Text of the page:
My featured artist in My Daily Art Display today is Kitagawa Utamaro the Japanese printmaker and painter. Utamaro was born in Edo, which is the former name of the present day Tokyo, in 1753. Details of his early life are rather vague. His original name was Kitagawa Ichitaro. He was the son of a tea-house owner and when he was still a young child he became the pupil of the Japanese folklore artist, Toriyama Sekien, in whose house he lived whilst he was growing up. As was the practice in Japan in those days, as he became older, he changed his name. He changed it to Ichitaro Yusuke. Although it is known that he married there are no records of the couple having children.
His first professional work of art was published in 1775, under his gö (pseudonym) Toyoaki, it was for a cover of a Kabuki playbook. After this he produced a number of actor and warrior prints and also some theatre programmes. In 1781 he changed his pseudonym to Utamaro and began a series of woodblock prints of women. Ten years on, Utamaro concentrated all his artistic efforts on making half length single portraits of women rather than women in groups, which had become popular with other ukiyo-e, woodblock print, artists. His career really took off in 1793 and he went on to produce a number of very famous series featuring women of the Yoshiwara, the Askasen district of Edo, where male and female prostitution flourished. In 1804 at the height of his success he encountered legal problems because of his prints relating to a banned historical novel. His prints entitled Hideyoshi and His Five Concubines depicted the wife and concubines of a past military ruler, Toyotomi Hideyoshi, and they were considered a great insult. He was imprisoned for a short time and it is believed that this incarceration and his fall from favour devastated him and ended his artistic career. He died in Edo two years later in 1806, aged 53.
Utamaro produced in excess of two thousand prints and is considered to be one of the greatest Japanese wood block print artists of his time and along with achieving a national reputation during his lifetime, his reputation has remained undiminished since and his work is known worldwide.
Today’s offering Lovers in an Upstairs Room from Utamakura (Poem of the Pillow) was completed in 1788 and is a masterpiece of erotic art. Viewed slightly from below with two large human forms filling the picture. Utamaro avoided the stereotypical “in your face” scene of lovers making love, which was popular at the time and instead went for a more subtle and restrained happening which nonetheless exudes an air of eroticism. The lovers are not naked but this, in a way, adds to the eroticism as we are left to imagine what is happening.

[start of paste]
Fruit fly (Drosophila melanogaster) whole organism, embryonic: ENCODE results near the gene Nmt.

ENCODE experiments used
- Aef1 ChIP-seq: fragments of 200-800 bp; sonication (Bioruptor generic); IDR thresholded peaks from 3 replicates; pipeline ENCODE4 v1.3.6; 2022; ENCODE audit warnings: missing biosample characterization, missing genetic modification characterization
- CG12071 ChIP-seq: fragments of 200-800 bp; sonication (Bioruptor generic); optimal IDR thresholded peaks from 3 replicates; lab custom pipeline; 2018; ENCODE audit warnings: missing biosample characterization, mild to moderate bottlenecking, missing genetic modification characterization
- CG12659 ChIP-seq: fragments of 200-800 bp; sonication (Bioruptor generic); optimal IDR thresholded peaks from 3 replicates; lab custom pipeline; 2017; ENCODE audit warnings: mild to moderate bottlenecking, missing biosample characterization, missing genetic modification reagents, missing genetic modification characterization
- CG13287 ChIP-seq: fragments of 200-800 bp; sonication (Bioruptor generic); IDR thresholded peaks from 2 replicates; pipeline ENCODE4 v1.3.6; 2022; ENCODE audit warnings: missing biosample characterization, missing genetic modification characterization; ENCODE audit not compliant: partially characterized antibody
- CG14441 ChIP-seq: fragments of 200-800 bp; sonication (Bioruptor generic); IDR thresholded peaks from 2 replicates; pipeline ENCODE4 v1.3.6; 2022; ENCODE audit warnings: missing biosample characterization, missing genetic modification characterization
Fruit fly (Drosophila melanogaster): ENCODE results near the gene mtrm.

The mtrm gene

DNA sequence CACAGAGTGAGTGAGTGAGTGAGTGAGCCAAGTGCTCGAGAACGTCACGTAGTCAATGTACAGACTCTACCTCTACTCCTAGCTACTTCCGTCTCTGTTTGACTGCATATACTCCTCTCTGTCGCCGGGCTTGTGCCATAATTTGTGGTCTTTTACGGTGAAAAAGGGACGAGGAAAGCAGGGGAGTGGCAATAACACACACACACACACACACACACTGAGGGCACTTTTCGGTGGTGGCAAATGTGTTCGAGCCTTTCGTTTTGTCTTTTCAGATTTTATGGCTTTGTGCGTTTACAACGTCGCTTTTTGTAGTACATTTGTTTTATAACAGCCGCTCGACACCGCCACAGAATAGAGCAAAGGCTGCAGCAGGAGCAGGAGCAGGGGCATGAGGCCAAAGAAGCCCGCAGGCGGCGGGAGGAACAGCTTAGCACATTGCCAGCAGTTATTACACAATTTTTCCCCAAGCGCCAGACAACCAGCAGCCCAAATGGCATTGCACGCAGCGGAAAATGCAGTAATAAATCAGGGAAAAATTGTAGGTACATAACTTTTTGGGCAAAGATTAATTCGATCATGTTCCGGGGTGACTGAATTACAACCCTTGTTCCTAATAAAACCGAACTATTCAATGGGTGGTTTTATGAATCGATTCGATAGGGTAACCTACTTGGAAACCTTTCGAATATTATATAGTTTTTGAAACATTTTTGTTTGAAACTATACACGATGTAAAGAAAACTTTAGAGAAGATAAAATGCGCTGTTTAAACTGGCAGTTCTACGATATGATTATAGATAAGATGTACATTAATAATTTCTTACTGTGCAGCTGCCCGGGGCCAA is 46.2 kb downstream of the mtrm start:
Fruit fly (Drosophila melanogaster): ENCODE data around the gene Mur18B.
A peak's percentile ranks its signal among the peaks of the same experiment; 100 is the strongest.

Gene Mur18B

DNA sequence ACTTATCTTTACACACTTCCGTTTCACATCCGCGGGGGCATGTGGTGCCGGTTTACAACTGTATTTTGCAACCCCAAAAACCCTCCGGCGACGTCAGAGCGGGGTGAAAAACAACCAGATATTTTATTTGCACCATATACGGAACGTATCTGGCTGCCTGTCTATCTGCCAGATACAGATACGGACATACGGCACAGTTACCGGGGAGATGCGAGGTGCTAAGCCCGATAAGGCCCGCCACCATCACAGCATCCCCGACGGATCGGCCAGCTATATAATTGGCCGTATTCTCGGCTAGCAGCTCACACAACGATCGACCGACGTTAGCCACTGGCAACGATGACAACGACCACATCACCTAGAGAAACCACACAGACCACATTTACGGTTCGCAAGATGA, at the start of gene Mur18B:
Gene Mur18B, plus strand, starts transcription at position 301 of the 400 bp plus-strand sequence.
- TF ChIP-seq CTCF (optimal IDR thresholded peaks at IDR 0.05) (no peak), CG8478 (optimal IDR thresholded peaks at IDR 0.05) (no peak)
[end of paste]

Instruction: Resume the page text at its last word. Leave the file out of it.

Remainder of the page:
Before us we see the two lovers in bed. The woman has her back to us and we can see the slender fingers of her left hand adoringly touching her lover’s face as his hand rests on her shoulder. Our attention is drawn to the nape of the woman’s neck. Her jet-black hair is held high and the whiteness of her skin is exposed which is in stark contrast to the vivid red of her under-kimono. Look at the minute lines that make up her hairline. Note how the fabric, which only partly covers the entwined limbs, is transparent adding sensuousness to this love-making scene. Their faces are close together, maybe even touching. They stare into each other’s eyes. We can just see part of his right eye fixed in an intense gaze, which one feels is one of love and desire.
Today’s woodblock print is the frontispiece from The Utamakura – Poem of the Pillow, a comprehensive and beautifully illustrated study of traditional Japanese erotic art produced by Utamaro and his long-time friend and publisher Tsutaya Jüsaburö. Utamaro’s depiction of courtesans and their lovers in many cases failed to portray the life of misery some of the women had to endure. Their poverty, their controlled oppression and the diseases which came with the nature of their work were rarely presented in his glamorised works and because of that they have received a certain amount of criticism in recent times.
This work of art I believe is one of the most sensuous I have come across, even though it is not of a sexually graphic nature. Does this not prove that the semi-naked body is more beguiling and seductive than a body devoid of clothes ?